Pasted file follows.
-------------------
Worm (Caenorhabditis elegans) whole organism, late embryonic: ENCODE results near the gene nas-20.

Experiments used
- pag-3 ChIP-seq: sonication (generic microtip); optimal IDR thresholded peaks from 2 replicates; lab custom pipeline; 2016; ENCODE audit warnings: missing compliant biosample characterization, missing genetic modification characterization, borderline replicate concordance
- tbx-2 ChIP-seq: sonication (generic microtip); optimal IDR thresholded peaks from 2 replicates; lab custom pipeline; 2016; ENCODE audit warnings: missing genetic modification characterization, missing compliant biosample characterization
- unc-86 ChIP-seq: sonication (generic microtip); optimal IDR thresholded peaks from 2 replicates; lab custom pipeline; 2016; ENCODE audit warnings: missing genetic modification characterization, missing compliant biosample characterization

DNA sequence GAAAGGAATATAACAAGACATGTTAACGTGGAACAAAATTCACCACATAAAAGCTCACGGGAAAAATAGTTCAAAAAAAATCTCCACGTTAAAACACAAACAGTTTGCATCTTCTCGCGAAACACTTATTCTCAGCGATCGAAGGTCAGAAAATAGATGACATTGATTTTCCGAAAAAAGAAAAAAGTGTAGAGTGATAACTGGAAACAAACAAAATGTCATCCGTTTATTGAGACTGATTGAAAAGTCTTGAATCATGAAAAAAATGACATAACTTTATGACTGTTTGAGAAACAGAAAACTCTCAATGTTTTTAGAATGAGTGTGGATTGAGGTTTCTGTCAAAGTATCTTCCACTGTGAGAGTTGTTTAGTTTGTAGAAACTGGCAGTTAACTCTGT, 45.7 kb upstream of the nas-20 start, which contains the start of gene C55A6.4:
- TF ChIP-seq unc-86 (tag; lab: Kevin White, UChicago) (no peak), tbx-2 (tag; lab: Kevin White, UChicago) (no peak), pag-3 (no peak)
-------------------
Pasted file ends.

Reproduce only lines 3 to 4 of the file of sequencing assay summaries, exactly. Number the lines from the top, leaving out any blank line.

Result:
- pag-3 ChIP-seq: sonication (generic microtip); optimal IDR thresholded peaks from 2 replicates; lab custom pipeline; 2016; ENCODE audit warnings: missing compliant biosample characterization, missing genetic modification characterization, borderline replicate concordance
- tbx-2 ChIP-seq: sonication (generic microtip); optimal IDR thresholded peaks from 2 replicates; lab custom pipeline; 2016; ENCODE audit warnings: missing genetic modification characterization, missing compliant biosample characterization